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'Uncle Louis,' the Prime Minister, charms the voters

Louis Stephen St-Laurent never cared much for politics, its gamesmanship or its pretense. Yet under the leadership of this reluctant but passionate visionary, Canada witnessed an era of unprecedented prosperity and international influence. Accusations of arrogance would eventually cause St-Laurent to retire an embattled and disillusioned man. But the golden age would forever be the legacy of "Uncle Louis." The CBC Archives looks back at Canada's unassuming prime minister.

"Uncle Louis" is a baby-kisser and children flock to him, pulling on his shirtsleeves while enthusiastically appealing for his attention. He's a soft touch with grandfatherly, regal dignity. In this excerpted campaign speech, Liberal Louis St-Laurent speaks soothingly and makes few promises. Instead, the patriarchal politician gently urges Canada to behave as an "adult nation" in the peaceful post-war era. Eager to continue the social reforms of his predecessor, former prime minister Mackenzie King, St-Laurent campaigns on the Liberal record of past achievement.
• In 1948, St-Laurent took the reins of the Liberal leadership following Mackenzie King's retirement. On June 27, 1949, he led his party to victory in the federal election, capturing 190 seats and 50.1 per cent of the popular vote. By comparison, the Conservatives won 41 seats and only 29.7 per cent of the popular vote. The CCF and Social Credit parties claimed 13 and 10 seats respectively.

• While accounts of the nickname "Uncle Louis" differ, it is believed that St-Laurent was first branded "Uncle Louis" in 1949 while campaigning across the country. One reporter observed St-Laurent's bond with small children and remarked "Uncle Louis will be hard to beat."

• Born of humble beginnings on Feb. 1, 1882, Louis Stephen St-Laurent was raised in a bilingual household in Quebec's Eastern Townships. In 1908, he married Jeanne Renault. They raised two sons and three daughters.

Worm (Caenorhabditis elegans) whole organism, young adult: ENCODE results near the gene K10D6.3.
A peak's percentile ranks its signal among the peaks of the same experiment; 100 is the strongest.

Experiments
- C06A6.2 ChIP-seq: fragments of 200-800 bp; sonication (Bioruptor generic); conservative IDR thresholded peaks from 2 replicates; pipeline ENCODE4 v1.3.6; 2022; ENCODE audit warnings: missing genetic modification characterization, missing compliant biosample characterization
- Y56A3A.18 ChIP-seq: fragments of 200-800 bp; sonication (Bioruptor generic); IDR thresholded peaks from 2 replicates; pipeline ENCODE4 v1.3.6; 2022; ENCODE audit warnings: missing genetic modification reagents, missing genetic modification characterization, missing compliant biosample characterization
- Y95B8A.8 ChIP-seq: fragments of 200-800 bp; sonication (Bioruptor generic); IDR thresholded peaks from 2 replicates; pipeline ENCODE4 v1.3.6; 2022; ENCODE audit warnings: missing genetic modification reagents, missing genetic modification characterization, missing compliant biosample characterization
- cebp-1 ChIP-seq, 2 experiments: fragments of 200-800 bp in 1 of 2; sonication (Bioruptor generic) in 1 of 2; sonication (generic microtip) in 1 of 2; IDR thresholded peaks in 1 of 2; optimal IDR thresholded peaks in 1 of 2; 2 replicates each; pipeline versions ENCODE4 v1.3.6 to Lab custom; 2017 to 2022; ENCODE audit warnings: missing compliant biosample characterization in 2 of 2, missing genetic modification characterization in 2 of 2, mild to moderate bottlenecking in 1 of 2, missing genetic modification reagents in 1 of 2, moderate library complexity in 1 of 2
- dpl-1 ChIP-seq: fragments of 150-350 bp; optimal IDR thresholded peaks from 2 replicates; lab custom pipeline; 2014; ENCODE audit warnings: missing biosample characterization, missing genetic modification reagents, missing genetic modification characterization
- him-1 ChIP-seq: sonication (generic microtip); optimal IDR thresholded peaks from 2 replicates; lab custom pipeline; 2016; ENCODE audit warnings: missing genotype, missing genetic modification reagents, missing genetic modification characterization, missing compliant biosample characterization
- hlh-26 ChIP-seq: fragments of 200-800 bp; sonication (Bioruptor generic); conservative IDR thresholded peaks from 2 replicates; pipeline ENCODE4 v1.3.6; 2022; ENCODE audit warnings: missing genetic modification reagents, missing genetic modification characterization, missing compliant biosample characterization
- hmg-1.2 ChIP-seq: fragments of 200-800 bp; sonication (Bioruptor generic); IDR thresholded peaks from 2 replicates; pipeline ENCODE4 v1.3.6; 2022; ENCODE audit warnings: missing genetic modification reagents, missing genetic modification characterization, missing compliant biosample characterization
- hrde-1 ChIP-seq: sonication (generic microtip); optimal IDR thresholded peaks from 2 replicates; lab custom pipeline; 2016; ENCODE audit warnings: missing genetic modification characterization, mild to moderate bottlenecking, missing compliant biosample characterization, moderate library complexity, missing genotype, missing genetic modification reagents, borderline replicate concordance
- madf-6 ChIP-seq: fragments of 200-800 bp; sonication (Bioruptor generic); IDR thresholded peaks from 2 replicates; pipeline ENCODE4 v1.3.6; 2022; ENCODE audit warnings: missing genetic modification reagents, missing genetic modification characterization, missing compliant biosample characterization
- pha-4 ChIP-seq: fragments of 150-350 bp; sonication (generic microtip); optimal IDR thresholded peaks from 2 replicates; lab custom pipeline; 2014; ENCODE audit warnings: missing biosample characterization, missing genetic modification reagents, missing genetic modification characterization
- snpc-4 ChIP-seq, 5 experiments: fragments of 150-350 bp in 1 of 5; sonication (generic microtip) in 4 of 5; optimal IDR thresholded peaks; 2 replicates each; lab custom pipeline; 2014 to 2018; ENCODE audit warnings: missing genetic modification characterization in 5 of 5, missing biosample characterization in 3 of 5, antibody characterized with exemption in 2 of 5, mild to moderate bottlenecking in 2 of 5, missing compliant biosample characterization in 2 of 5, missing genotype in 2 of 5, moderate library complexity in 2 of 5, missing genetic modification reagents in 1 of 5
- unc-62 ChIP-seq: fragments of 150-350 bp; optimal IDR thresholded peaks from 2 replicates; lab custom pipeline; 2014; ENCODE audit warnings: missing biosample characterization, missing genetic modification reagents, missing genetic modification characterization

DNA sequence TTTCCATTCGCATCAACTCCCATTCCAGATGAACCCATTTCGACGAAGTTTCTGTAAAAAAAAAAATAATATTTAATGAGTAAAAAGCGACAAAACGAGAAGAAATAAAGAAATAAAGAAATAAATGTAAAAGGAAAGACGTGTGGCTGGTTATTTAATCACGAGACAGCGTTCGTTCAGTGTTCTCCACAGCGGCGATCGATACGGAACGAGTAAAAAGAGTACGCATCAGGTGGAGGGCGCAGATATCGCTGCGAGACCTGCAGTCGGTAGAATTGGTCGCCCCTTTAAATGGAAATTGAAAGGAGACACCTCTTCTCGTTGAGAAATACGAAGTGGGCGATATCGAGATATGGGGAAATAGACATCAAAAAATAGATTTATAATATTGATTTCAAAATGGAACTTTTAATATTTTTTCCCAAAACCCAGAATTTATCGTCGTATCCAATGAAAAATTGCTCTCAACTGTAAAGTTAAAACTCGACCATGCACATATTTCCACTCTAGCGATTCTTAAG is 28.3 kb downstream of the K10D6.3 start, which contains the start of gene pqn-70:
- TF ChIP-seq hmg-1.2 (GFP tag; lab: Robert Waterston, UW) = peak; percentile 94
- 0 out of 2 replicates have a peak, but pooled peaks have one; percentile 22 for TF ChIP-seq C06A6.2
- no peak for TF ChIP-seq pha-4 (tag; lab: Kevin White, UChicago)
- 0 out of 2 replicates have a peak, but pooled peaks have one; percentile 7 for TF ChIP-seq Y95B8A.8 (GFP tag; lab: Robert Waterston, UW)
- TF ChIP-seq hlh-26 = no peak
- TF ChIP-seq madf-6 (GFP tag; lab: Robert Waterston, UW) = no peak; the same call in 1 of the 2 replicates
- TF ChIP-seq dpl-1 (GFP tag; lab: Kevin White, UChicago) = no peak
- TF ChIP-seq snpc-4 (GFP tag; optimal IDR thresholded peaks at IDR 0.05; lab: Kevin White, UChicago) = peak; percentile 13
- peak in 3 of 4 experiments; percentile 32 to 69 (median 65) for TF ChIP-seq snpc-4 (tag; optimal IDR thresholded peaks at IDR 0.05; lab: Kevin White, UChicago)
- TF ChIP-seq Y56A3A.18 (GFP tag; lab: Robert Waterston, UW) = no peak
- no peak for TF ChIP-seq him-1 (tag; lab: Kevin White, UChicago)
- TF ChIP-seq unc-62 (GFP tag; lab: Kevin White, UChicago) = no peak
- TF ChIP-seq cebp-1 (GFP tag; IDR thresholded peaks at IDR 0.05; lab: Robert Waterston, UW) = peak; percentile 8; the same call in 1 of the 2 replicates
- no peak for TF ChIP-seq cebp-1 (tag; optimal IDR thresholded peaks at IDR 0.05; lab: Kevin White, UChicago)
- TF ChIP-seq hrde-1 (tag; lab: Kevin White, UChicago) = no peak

• A lawyer by training, St-Laurent successfully practiced corporate and constitutional law for 25 years. But in 1937, St-Laurent entered the political sphere. Appointed as a legal advisor to the 1937 Royal Commission on Dominion-Provincial Relations, St-Laurent recommended entrenched federalism to Prime Minister Mackenzie King. In 1941, King appointed St-Laurent justice minister. Astutely intellectual with a keen sense of political wrangling, St-Laurent quickly became the prime minister's right hand man.

• In his first year in office, St-Laurent passed the Trans-Canada Highway Act and welcomed Newfoundland into Confederation.  

• He died at the age of 91 on July 25, 1973 in Quebec City.

• Close to half of Canada's prime ministers have retired before their terms were over, clearing the way for their successors to move into office. But only two politicians, Louis St-Laurent and Pierre Trudeau, have won the party leadership and the keys to the Prime Minister's Office and managed to stay there by winning the next federal election.
Medium: Radio
Program: Political Broadcasts
Broadcast Date: May 9, 1949
Guest(s): Louis St-Laurent
Duration: 8:32
Photo: National Archives of Canada

Last updated: June 18, 2012

Page consulted on December 6, 2013

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